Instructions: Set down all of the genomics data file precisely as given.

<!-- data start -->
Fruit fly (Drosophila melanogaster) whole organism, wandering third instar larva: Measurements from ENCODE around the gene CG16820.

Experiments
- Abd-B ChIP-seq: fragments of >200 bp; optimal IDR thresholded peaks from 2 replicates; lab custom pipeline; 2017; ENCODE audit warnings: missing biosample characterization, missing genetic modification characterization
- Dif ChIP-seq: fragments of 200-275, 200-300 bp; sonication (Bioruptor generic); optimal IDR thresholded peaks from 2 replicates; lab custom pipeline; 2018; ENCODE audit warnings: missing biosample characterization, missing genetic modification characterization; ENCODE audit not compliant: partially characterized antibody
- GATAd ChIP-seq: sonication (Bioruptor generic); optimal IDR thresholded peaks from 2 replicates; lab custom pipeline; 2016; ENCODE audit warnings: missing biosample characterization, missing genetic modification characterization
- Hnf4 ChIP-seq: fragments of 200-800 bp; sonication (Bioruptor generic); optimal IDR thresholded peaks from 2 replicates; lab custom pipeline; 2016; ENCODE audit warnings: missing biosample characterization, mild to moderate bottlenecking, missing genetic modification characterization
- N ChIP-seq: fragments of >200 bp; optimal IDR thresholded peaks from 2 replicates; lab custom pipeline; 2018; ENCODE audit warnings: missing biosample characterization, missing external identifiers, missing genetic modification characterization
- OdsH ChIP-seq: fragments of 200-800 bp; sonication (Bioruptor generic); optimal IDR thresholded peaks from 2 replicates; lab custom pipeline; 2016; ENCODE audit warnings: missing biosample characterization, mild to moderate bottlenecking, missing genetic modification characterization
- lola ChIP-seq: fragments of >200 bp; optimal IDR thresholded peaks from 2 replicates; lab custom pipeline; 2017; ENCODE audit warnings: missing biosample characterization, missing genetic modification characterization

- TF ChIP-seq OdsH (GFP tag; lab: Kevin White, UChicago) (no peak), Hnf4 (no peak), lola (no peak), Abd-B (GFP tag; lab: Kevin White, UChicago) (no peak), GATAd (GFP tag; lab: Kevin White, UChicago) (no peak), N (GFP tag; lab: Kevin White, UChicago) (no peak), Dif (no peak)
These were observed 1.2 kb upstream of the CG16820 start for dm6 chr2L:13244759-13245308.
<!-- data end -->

Fruit fly (Drosophila melanogaster) whole organism, wandering third instar larva: Measurements from ENCODE around the gene CG16820.

Experiments
- Abd-B ChIP-seq: fragments of >200 bp; optimal IDR thresholded peaks from 2 replicates; lab custom pipeline; 2017; ENCODE audit warnings: missing biosample characterization, missing genetic modification characterization
- Dif ChIP-seq: fragments of 200-275, 200-300 bp; sonication (Bioruptor generic); optimal IDR thresholded peaks from 2 replicates; lab custom pipeline; 2018; ENCODE audit warnings: missing biosample characterization, missing genetic modification characterization; ENCODE audit not compliant: partially characterized antibody
- GATAd ChIP-seq: sonication (Bioruptor generic); optimal IDR thresholded peaks from 2 replicates; lab custom pipeline; 2016; ENCODE audit warnings: missing biosample characterization, missing genetic modification characterization
- Hnf4 ChIP-seq: fragments of 200-800 bp; sonication (Bioruptor generic); optimal IDR thresholded peaks from 2 replicates; lab custom pipeline; 2016; ENCODE audit warnings: missing biosample characterization, mild to moderate bottlenecking, missing genetic modification characterization
- N ChIP-seq: fragments of >200 bp; optimal IDR thresholded peaks from 2 replicates; lab custom pipeline; 2018; ENCODE audit warnings: missing biosample characterization, missing external identifiers, missing genetic modification characterization
- OdsH ChIP-seq: fragments of 200-800 bp; sonication (Bioruptor generic); optimal IDR thresholded peaks from 2 replicates; lab custom pipeline; 2016; ENCODE audit warnings: missing biosample characterization, mild to moderate bottlenecking, missing genetic modification characterization
- lola ChIP-seq: fragments of >200 bp; optimal IDR thresholded peaks from 2 replicates; lab custom pipeline; 2017; ENCODE audit warnings: missing biosample characterization, missing genetic modification characterization

- TF ChIP-seq OdsH (GFP tag; lab: Kevin White, UChicago) (no peak), Hnf4 (no peak), lola (no peak), Abd-B (GFP tag; lab: Kevin White, UChicago) (no peak), GATAd (GFP tag; lab: Kevin White, UChicago) (no peak), N (GFP tag; lab: Kevin White, UChicago) (no peak), Dif (no peak)
These were observed 1.2 kb upstream of the CG16820 start for dm6 chr2L:13244759-13245308.